VANOC produced figures Saturday showing that out of more than 30,000 runs over the past two years, including luge, bobsleigh and skeleton, there had been only 350 sled turnovers. The "crash ratio," luge officials insisted, was no higher than other tracks.
Officials saw nothing out of the ordinary before Mr. Kumaritashvili's run. "When you look at the overall, for lack of a better word, crash ratio, it is on par with other tracks," said the luge federation's Mr. Romstad.
While they insisted the accident was not related to any "deficiencies" in the track's design, officials raised the wall of the track yesterday near turn 16 and moved the start of the men's competition to the women's starting position.
They also made changes to the ice surface to help ensure that when a sled veers off the track, it will be pulled back on. As for padding or hay bales around the steel poles, VANOC's Mr. Gayda said the objective is always to keep a slider on the track because once he or she flies off, padding or hay bales won't help to cushion an impact at such high speed. However, padding was added to the poles later in the day.
Wolfgang Staudinger, Canadian luge coach, said coaches were not consulted enough before the final decision was made to lower the start. He didn't know, he said, until he showed up in the morning and was handed a piece of paper.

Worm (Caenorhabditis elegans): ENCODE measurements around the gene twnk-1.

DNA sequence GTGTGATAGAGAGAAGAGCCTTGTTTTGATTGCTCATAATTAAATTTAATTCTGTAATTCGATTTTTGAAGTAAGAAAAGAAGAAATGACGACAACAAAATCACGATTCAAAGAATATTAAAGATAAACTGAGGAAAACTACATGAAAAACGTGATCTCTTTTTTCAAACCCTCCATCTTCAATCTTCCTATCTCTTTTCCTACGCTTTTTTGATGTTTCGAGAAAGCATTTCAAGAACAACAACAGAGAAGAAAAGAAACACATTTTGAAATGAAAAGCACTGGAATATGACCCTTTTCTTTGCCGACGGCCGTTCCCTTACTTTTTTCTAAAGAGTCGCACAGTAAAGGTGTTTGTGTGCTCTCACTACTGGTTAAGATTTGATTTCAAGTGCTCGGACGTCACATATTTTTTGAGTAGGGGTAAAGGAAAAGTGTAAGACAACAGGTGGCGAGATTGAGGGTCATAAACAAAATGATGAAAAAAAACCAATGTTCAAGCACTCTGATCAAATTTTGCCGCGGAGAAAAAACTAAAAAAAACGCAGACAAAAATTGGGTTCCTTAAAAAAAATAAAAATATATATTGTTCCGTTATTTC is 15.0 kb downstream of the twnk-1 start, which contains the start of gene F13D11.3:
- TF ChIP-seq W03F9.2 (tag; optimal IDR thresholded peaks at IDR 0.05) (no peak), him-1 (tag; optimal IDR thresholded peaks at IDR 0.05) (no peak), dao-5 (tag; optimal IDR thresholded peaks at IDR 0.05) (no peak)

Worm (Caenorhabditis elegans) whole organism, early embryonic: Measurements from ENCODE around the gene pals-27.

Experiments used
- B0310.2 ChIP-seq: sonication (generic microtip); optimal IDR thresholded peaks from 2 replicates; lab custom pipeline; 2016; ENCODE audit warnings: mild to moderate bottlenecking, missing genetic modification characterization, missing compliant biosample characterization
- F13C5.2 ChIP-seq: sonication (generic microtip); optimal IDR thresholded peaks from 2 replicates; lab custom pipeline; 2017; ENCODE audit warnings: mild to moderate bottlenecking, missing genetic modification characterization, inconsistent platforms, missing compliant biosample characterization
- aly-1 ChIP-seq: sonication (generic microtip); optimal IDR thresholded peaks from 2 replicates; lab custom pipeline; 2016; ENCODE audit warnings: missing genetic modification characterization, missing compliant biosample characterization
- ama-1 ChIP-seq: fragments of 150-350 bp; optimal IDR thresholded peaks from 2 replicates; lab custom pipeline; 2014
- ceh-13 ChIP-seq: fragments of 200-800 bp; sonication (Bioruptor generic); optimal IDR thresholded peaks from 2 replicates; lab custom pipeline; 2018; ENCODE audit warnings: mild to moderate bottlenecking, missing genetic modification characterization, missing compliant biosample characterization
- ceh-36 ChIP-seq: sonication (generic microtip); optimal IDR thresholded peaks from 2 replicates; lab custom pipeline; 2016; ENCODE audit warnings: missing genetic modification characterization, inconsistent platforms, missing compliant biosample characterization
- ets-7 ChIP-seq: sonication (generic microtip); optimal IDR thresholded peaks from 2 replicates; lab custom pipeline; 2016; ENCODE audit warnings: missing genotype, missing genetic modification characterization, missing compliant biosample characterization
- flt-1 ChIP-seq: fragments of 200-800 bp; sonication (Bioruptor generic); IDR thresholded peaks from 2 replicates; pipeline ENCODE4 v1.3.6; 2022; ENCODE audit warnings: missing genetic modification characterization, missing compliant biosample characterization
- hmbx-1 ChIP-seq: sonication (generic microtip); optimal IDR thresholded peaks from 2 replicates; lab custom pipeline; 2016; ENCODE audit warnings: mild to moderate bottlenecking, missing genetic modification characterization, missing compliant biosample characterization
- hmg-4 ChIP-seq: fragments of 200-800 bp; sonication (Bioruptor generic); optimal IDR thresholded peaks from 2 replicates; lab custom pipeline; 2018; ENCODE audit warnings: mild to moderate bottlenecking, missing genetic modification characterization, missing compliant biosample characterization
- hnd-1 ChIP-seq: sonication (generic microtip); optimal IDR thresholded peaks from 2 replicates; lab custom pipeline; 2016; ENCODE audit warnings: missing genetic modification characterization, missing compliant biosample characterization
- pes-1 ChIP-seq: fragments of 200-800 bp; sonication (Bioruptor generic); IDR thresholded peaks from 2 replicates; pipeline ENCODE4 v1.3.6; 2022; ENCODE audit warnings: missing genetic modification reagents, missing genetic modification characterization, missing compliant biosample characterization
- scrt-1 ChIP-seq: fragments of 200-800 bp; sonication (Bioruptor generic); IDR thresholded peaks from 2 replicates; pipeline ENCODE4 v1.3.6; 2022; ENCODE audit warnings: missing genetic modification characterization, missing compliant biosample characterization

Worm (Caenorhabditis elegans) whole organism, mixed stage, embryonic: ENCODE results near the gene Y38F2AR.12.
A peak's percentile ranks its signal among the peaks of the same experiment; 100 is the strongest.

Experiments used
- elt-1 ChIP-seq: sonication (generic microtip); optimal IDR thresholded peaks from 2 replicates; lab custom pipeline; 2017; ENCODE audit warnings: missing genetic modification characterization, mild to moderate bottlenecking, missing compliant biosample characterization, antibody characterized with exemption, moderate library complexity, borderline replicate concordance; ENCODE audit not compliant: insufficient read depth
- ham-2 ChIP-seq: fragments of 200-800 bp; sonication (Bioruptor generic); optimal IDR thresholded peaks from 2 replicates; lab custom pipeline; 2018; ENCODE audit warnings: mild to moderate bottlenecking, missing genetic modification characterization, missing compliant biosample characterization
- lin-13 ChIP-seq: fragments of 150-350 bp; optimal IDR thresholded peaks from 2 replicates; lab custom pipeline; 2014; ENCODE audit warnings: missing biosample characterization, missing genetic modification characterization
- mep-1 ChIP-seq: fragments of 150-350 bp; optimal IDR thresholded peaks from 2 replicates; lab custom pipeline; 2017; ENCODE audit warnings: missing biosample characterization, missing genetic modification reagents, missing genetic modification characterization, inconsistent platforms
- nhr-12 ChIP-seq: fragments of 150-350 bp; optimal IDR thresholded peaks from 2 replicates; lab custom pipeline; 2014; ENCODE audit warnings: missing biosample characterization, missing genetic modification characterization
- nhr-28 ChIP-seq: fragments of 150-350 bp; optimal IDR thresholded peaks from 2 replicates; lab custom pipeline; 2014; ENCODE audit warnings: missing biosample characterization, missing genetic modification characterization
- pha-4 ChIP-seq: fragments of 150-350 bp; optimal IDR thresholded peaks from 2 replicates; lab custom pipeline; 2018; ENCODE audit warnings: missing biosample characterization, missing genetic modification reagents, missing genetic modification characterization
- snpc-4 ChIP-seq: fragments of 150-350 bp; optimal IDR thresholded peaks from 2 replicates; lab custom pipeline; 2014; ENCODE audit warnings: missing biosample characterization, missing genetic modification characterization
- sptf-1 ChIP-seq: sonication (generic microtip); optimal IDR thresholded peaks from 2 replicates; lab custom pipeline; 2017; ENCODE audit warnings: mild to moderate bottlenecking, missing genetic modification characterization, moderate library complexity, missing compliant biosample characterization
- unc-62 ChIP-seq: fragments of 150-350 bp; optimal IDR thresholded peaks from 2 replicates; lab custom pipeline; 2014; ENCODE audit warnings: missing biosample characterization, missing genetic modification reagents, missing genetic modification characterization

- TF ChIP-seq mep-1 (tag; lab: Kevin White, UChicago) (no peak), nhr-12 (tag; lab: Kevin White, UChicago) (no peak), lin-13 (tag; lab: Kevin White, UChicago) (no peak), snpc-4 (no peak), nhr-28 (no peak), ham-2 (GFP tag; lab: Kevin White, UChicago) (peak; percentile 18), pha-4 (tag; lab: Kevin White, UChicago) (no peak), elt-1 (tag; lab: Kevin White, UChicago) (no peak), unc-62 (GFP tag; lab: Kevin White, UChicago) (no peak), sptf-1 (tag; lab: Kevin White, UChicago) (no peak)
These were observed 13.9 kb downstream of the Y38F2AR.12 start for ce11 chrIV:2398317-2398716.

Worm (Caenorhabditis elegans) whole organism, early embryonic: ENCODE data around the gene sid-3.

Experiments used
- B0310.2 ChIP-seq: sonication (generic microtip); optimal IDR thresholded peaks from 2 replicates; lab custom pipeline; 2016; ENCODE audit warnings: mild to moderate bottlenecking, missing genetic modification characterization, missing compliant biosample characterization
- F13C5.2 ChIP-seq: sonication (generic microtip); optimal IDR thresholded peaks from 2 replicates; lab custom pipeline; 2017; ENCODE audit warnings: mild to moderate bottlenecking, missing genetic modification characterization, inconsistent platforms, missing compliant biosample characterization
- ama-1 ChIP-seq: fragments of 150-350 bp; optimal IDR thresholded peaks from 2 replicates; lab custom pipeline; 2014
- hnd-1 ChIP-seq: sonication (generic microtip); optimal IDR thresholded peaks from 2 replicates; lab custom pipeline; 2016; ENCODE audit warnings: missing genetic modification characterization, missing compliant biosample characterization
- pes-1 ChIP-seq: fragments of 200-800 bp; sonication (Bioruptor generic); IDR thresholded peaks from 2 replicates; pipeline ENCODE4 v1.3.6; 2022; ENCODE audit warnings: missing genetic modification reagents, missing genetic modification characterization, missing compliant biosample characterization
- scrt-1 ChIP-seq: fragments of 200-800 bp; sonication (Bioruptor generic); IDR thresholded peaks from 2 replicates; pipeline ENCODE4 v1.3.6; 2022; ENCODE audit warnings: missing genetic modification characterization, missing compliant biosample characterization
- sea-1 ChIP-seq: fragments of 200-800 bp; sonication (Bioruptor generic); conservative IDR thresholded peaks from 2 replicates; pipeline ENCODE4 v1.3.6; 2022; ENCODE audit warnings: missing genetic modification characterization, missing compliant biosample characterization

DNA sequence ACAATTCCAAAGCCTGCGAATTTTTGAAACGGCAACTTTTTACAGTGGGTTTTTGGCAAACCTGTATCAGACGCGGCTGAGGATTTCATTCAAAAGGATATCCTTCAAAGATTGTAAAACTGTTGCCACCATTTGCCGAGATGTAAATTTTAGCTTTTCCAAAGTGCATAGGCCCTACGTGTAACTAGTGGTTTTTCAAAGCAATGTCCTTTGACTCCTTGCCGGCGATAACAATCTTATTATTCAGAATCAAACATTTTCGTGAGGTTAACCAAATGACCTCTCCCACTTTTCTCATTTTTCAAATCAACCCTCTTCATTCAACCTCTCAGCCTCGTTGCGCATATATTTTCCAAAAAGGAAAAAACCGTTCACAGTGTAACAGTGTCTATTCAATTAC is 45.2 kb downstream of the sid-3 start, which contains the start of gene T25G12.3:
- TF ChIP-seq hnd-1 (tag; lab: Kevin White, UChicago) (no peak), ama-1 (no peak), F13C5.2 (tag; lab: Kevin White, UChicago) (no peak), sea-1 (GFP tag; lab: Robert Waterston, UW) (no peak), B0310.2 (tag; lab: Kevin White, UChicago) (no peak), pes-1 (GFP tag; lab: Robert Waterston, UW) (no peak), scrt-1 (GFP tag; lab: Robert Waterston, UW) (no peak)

"The people that are racing - the international luge and bobsled and skeleton communities - nobody will point fingers. This could have happened anywhere in the world. It's just a sad story that it happened here during training for the Olympics."
Mr. Romstad said officials considered halting the competition altogether, but decided to press ahead after meeting with team representatives.
He acknowledged that the new starting positions will only slow the men down by about 10 km/h. Instead, he said the changes were more about trying to calm the athletes.
"The bottom line is that the decisions made are to deal with the emotional components for the athletes, to mediate as best as possible the traumatic experience of this tragic event," he said.
Mr. Benshoof, the American luger who warned of the track's danger before the Olympics, was the first man to slide down the track after Mr. Kumaritashvili's death.
Mr. Benshoof said Friday he did his best to concentrate on his run.
"In my mind, I had two runs for a big competition. I'm treating it the same way. We have a job to do. I tried to put that out of my head."
CTV reports from Doug Saunders